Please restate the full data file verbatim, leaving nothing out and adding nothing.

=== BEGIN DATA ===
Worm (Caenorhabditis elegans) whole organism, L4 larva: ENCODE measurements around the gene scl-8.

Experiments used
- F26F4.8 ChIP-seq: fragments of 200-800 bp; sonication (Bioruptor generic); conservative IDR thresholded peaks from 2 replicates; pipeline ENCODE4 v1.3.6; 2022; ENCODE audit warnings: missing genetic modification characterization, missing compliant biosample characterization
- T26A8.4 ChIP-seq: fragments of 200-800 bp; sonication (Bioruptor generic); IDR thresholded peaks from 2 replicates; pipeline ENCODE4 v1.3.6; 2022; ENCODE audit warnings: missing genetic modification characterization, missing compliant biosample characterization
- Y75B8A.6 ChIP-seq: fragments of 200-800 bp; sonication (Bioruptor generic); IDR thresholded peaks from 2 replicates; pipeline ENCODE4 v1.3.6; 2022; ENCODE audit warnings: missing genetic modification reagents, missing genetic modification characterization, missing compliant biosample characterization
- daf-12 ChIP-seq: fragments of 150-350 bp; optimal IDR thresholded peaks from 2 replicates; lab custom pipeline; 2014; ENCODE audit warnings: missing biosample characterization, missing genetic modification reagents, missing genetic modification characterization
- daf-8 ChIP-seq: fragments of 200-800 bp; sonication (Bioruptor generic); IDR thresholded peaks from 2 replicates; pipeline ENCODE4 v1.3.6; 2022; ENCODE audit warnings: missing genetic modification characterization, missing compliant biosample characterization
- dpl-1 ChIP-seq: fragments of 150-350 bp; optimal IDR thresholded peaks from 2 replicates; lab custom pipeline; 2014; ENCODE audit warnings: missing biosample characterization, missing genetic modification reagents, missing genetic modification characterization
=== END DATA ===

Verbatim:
Worm (Caenorhabditis elegans) whole organism, L4 larva: ENCODE measurements around the gene scl-8.

Experiments used
- F26F4.8 ChIP-seq: fragments of 200-800 bp; sonication (Bioruptor generic); conservative IDR thresholded peaks from 2 replicates; pipeline ENCODE4 v1.3.6; 2022; ENCODE audit warnings: missing genetic modification characterization, missing compliant biosample characterization
- T26A8.4 ChIP-seq: fragments of 200-800 bp; sonication (Bioruptor generic); IDR thresholded peaks from 2 replicates; pipeline ENCODE4 v1.3.6; 2022; ENCODE audit warnings: missing genetic modification characterization, missing compliant biosample characterization
- Y75B8A.6 ChIP-seq: fragments of 200-800 bp; sonication (Bioruptor generic); IDR thresholded peaks from 2 replicates; pipeline ENCODE4 v1.3.6; 2022; ENCODE audit warnings: missing genetic modification reagents, missing genetic modification characterization, missing compliant biosample characterization
- daf-12 ChIP-seq: fragments of 150-350 bp; optimal IDR thresholded peaks from 2 replicates; lab custom pipeline; 2014; ENCODE audit warnings: missing biosample characterization, missing genetic modification reagents, missing genetic modification characterization
- daf-8 ChIP-seq: fragments of 200-800 bp; sonication (Bioruptor generic); IDR thresholded peaks from 2 replicates; pipeline ENCODE4 v1.3.6; 2022; ENCODE audit warnings: missing genetic modification characterization, missing compliant biosample characterization
- dpl-1 ChIP-seq: fragments of 150-350 bp; optimal IDR thresholded peaks from 2 replicates; lab custom pipeline; 2014; ENCODE audit warnings: missing biosample characterization, missing genetic modification reagents, missing genetic modification characterization